Sewer Do’s and Don'ts

toilets are not trashcansDO’S:

DO - Following the suggestions listed below may save residents money and avoid significant inconvenience, as well as the cost to the resident or community for clearing and repairing blockages.

DO - Place liquid fats, oils and grease (FOG) into a jar or container with a lid and then dispose in the trash on trash collection day.  Wipe down greasy pots and pans with a paper towel prior to washing in the sink or dishwasher.

DO - Place a wastebasket in the bathroom to dispose of solid wastes. Disposable diapers, and personal hygiene products do not belong in the sewer system.

DO - Use a strainer over the drain in your sink, tub and shower. Then, empty the collected material into the garbage.

DO - Use a composter. If you haven't begun a compost heap, start one with lawn clippings, garden rubbish and food scraps and use the compost to fertilize your garden. 

DO - Use the manufacturer's recommended amount of detergent for washing in the kitchen or laundry. The average household uses three times more detergent than manufacturers recommend for washing dishes and clothes. When these detergents enter the sewer system, they hold large amounts of fats, oils, and grease in suspension making cleaning and treating the wastewater difficult and more costly. In addition to saving money on buying detergents, by cutting down on the amount of detergent used, there will also be less phosphate in the environment to cause the growth of algae in water.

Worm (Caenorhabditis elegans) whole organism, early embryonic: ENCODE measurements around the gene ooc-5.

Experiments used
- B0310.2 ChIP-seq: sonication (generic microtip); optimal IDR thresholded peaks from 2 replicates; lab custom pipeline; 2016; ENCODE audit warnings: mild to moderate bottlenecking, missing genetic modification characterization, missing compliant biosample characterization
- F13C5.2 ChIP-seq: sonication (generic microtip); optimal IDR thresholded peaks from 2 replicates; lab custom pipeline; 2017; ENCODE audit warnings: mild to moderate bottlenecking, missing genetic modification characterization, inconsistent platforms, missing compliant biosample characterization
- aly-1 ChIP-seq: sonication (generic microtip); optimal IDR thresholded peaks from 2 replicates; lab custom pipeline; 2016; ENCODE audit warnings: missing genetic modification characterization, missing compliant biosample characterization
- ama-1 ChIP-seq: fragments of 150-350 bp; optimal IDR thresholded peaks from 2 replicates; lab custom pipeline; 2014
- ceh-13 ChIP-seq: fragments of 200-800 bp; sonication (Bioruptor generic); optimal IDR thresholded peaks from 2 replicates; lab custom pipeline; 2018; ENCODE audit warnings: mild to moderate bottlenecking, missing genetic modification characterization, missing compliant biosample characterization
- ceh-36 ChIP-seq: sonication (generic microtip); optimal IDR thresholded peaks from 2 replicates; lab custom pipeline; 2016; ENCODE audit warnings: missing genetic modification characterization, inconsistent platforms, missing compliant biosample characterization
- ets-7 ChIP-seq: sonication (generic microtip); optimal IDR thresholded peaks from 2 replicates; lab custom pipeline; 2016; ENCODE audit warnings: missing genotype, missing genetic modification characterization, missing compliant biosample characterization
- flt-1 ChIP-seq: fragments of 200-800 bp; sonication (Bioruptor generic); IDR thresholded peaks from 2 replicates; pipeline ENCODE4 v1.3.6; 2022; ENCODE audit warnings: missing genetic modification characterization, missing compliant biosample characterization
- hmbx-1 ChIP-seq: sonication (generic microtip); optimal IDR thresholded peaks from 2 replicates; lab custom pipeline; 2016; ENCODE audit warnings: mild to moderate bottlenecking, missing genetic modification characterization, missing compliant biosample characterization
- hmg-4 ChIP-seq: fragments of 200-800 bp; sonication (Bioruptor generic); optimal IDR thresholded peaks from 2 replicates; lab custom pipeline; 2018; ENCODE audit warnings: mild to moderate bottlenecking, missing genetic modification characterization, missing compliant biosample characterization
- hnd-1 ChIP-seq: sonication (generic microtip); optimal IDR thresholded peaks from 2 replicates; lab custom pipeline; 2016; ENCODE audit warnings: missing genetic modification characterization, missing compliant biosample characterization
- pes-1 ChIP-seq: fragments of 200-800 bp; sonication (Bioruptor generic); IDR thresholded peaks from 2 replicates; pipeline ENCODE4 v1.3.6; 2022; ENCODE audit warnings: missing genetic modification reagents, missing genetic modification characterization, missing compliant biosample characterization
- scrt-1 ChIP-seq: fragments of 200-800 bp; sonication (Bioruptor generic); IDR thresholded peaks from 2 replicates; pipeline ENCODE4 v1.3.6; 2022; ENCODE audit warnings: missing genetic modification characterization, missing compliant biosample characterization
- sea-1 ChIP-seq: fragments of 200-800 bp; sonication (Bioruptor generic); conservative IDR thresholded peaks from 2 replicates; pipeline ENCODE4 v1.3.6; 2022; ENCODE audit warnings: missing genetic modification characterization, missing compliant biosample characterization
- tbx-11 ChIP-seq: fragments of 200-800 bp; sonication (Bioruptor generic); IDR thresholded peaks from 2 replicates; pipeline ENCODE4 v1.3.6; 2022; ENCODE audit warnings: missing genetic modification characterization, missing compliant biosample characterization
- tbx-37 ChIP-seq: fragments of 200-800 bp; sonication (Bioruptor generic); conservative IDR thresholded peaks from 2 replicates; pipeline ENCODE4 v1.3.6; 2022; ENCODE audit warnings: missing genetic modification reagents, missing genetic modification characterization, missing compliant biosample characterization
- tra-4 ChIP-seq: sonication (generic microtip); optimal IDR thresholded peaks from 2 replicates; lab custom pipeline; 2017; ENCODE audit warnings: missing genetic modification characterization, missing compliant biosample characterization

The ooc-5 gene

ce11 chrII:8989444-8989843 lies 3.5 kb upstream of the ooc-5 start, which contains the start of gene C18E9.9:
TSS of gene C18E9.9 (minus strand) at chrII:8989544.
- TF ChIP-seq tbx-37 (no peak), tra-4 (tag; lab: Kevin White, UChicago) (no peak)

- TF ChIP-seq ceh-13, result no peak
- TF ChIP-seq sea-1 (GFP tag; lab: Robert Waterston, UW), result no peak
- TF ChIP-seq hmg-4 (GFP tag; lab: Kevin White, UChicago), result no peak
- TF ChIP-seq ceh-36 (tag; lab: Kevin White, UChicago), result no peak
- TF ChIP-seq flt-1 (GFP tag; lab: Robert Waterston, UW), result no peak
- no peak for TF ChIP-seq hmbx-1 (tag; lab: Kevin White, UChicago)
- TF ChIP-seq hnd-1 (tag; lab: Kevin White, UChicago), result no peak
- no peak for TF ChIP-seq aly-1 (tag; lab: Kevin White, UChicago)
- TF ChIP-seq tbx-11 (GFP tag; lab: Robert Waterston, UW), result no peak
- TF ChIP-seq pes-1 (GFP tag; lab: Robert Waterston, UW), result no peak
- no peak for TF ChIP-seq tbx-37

DON'TS:

Do not - pour fats, oils and grease from cooking down the sink drain. If your pots and pans are oily or greasy, don't rinse them; wipe them out with a paper towel.

Do not - pour sour milk down the sink. One liter of full cream milk has enough fat in it to cover the surface of an Olympic-sized swimming pool. 

Do not - use the toilet as a wastebasket / garbage can.

Do not - use the sewer as a means to dispose of food scraps.

Do not - discard food scraps, tealeaves, coffee grounds and eggshells down the sink.

Do not - flush razor blades, pharmaceutical products, cigarette butts, nail polish remover, toilet deodorant dispensers or other non-biodegradable products down the toilet. Also, toys can find their way into the system and cause problems.

Do not - place jewelry and valuables on the edge of the basin or the sink. Once flushed down the toilet, valuable and valued items are very difficult to recover. 

Do not - flush diapers, sanitary napkins, tampons, convenience pads, surgical bandages, syringes, and cotton tipped stems or pantyhose down the toilet. Do not dispose of plastics and plastic film from personal hygiene items, including disposable diapers.

Do not -pour paint, engine oil, pesticides or chemicals down the sink. Some hazardous materials can corrode the sewer, while others complicate the treatment process. In fact, dumping them in the sewer is illegal and could subject you to a fine. This isn't only because of the threat of these hazards getting into the environment; but also because these chemicals pose a health threat to maintenance crews working in the sewers. Similarly, by throwing hazardous materials in the solid waste containers, you are creating a risk for collection employees. 

Do not - flush a commercial grease interceptor with hot water to clear or clean the interceptor in lieu of cleaning and pumping out the interceptor.